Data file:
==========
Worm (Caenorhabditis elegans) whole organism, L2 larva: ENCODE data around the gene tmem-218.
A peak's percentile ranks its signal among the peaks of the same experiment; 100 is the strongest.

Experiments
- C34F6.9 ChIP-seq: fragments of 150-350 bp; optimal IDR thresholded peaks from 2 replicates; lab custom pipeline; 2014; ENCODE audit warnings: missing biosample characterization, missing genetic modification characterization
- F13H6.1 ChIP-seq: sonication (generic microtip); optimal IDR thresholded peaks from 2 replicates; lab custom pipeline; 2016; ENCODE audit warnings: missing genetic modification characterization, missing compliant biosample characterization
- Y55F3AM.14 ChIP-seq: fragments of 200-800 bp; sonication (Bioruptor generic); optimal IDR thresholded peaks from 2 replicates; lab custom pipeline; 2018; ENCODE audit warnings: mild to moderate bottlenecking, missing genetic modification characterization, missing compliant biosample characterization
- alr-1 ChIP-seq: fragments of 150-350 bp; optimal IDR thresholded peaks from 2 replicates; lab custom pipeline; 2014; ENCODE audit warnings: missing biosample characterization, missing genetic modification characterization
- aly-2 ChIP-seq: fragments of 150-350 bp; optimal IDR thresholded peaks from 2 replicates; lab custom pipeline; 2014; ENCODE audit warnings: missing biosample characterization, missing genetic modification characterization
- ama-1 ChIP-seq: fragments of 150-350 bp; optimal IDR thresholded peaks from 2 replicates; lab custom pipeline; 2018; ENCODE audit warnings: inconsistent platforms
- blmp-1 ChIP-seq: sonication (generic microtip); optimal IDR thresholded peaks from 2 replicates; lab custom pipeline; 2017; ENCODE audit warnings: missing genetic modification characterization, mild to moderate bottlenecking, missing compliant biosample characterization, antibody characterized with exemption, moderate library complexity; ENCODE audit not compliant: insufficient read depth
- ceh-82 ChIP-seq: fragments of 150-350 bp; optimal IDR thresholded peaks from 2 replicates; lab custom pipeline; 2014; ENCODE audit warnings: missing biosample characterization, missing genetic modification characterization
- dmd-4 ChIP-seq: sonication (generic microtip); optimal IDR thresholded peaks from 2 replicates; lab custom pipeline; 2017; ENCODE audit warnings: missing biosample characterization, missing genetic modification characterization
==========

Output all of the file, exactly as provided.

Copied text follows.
Worm (Caenorhabditis elegans) whole organism, L2 larva: ENCODE data around the gene tmem-218.
A peak's percentile ranks its signal among the peaks of the same experiment; 100 is the strongest.

Experiments
- C34F6.9 ChIP-seq: fragments of 150-350 bp; optimal IDR thresholded peaks from 2 replicates; lab custom pipeline; 2014; ENCODE audit warnings: missing biosample characterization, missing genetic modification characterization
- F13H6.1 ChIP-seq: sonication (generic microtip); optimal IDR thresholded peaks from 2 replicates; lab custom pipeline; 2016; ENCODE audit warnings: missing genetic modification characterization, missing compliant biosample characterization
- Y55F3AM.14 ChIP-seq: fragments of 200-800 bp; sonication (Bioruptor generic); optimal IDR thresholded peaks from 2 replicates; lab custom pipeline; 2018; ENCODE audit warnings: mild to moderate bottlenecking, missing genetic modification characterization, missing compliant biosample characterization
- alr-1 ChIP-seq: fragments of 150-350 bp; optimal IDR thresholded peaks from 2 replicates; lab custom pipeline; 2014; ENCODE audit warnings: missing biosample characterization, missing genetic modification characterization
- aly-2 ChIP-seq: fragments of 150-350 bp; optimal IDR thresholded peaks from 2 replicates; lab custom pipeline; 2014; ENCODE audit warnings: missing biosample characterization, missing genetic modification characterization
- ama-1 ChIP-seq: fragments of 150-350 bp; optimal IDR thresholded peaks from 2 replicates; lab custom pipeline; 2018; ENCODE audit warnings: inconsistent platforms
- blmp-1 ChIP-seq: sonication (generic microtip); optimal IDR thresholded peaks from 2 replicates; lab custom pipeline; 2017; ENCODE audit warnings: missing genetic modification characterization, mild to moderate bottlenecking, missing compliant biosample characterization, antibody characterized with exemption, moderate library complexity; ENCODE audit not compliant: insufficient read depth
- ceh-82 ChIP-seq: fragments of 150-350 bp; optimal IDR thresholded peaks from 2 replicates; lab custom pipeline; 2014; ENCODE audit warnings: missing biosample characterization, missing genetic modification characterization
- dmd-4 ChIP-seq: sonication (generic microtip); optimal IDR thresholded peaks from 2 replicates; lab custom pipeline; 2017; ENCODE audit warnings: missing biosample characterization, missing genetic modification characterization